Analytics

3 Underrated Metrics That Every Crypto Analyst Should Use

Have you ever thought about price analysis? Our partner, Santiment, has written this article for you to evaluate risks and be ready for price changes. Learn how to be a professional player in the crypto market.

While many crypto investors rely on technical analysis in their day-to-day trading, there’s a growing roster of complementary indicators that can help traders identify potential entry/exit opportunities, spot market trends, and mitigate risk.

In this article, we’ll look at three heavily under-utilized metrics that can help you generate alpha, using on-chain data, social media activity, and GitHub information. 

These and dozens of other cryptocurrency metrics are available on Sanbase, an all-in-one platform for crypto analytics and in-depth market research.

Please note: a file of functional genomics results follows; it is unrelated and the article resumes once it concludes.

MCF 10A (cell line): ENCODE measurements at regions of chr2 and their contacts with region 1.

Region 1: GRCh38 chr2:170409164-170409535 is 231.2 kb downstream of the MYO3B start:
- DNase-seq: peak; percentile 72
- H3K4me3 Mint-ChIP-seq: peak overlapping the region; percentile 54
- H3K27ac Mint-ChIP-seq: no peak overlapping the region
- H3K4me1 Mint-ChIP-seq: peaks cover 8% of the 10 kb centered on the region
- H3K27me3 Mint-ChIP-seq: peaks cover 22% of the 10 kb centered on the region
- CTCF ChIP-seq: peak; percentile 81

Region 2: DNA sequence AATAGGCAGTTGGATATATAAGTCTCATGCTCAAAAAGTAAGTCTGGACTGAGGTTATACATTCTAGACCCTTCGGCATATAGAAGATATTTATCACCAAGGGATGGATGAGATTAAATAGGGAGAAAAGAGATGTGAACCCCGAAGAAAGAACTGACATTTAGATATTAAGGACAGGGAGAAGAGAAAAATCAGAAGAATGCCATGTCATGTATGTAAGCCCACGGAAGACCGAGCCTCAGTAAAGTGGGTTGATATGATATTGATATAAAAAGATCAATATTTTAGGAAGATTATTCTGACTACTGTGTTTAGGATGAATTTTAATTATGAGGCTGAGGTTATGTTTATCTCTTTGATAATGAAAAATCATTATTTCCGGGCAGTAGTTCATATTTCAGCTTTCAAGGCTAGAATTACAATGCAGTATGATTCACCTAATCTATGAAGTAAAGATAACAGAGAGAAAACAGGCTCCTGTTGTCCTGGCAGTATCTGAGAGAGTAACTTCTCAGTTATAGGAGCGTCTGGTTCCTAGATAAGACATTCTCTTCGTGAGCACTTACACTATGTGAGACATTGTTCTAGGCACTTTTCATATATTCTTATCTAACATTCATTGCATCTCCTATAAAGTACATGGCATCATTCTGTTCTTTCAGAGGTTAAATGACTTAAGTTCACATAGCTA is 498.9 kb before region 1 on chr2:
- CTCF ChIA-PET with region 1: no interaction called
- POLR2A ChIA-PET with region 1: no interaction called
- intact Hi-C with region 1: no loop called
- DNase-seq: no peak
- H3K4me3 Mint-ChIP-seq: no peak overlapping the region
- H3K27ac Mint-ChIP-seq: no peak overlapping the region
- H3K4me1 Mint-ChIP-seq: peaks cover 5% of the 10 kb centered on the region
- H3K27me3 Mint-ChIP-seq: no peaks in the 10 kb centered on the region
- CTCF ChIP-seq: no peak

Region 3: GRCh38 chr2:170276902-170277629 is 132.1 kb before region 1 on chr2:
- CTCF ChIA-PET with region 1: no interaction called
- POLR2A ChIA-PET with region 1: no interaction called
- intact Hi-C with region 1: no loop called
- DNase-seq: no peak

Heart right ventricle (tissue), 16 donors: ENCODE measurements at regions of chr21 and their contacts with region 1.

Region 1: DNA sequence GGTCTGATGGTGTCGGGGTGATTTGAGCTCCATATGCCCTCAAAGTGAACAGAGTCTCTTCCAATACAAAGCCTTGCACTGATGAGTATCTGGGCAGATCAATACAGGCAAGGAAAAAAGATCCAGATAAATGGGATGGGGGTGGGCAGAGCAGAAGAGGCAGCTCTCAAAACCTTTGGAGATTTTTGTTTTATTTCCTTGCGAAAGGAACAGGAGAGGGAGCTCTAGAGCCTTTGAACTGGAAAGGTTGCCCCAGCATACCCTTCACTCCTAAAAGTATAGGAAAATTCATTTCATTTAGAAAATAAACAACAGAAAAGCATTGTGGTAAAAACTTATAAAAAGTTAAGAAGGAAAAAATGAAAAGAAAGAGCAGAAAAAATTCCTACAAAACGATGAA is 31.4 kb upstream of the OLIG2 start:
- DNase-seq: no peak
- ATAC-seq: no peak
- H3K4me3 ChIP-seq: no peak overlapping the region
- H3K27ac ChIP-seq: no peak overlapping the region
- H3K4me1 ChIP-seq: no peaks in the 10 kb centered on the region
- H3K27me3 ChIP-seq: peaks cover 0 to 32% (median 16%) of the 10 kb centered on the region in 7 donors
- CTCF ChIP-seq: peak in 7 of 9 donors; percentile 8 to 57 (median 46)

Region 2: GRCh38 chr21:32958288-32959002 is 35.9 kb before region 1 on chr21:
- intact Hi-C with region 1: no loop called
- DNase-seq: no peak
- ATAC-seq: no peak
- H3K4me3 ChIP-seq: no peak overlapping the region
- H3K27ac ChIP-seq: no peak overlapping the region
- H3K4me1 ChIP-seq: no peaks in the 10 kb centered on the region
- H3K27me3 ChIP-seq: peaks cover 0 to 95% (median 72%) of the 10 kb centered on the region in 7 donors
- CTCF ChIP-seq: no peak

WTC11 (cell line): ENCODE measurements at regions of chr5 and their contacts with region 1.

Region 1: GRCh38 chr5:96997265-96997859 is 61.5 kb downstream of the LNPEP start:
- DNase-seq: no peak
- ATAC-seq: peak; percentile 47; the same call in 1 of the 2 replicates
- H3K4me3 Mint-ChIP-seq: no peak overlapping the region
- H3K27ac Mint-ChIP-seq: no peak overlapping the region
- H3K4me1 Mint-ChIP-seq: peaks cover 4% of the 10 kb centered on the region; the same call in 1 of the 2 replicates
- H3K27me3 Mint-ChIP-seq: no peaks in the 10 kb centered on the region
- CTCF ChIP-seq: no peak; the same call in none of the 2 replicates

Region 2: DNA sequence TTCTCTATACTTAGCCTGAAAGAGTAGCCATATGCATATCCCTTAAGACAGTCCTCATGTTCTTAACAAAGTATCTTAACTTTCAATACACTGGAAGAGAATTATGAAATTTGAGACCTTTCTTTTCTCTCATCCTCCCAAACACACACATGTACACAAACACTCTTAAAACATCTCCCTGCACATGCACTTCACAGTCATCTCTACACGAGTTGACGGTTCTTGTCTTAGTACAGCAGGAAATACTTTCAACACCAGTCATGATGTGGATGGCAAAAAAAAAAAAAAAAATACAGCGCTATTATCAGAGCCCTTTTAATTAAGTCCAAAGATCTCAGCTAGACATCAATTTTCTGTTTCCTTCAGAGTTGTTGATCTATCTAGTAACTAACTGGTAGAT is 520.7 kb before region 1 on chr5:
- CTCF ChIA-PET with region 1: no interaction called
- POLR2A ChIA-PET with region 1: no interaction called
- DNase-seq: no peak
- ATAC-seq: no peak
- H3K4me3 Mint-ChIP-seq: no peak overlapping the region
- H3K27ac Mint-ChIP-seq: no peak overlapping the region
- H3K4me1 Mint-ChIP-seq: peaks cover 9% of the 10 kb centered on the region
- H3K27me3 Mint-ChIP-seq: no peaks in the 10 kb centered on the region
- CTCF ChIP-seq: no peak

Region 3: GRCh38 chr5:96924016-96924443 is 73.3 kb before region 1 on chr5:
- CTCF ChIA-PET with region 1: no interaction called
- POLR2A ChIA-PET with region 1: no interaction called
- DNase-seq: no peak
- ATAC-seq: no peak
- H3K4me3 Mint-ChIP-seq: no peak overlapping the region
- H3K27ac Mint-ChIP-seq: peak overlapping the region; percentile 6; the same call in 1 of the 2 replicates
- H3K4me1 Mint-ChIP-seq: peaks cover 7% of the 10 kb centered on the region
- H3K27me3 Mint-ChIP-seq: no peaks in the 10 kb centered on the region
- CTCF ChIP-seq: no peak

Let’s jump right in:

1. Crowd sentiment

At Santiment, we gather a massive amount of information from crypto social media. 

On a daily basis, our servers collect and parse tens of thousands of incoming messages from 1000+ channels dedicated to cryptocurrencies. 

This includes Telegram groups, crypto Subreddits, vetted Twitter accounts, professional trader chats (many of them not indexed by Google), and many other sources.

Using this data, we’ve developed a number of unique indicators for Bitcoin and other cryptocurrencies. 

A particularly promising metric has been Weighted Social Sentiment, which tries to visualize the average mood of all token-related mentions on a daily basis. For instance, pictured below is Bitcoin’s weighted social sentiment over the past 2 years:

Weighted Sentiment is powered by a machine learning algorithm that labels all daily coin mentions that we collect as either positive, negative, or ambivalent. 

As seen above, it is pretty clear that extremely bullish sentiment has rarely been a friend to Bitcoin in the past. 

In fact, a number of local price tops have coincided with an overwhelmingly positive mood towards Bitcoin, suggesting ‘peak greed’ and vastly overvalued market conditions. 

On the other hand, several of Bitcoin’s price recoveries – like the one following the Coronavirus dump last year – originated from a predominantly bearish atmosphere, according to our social sentiment data.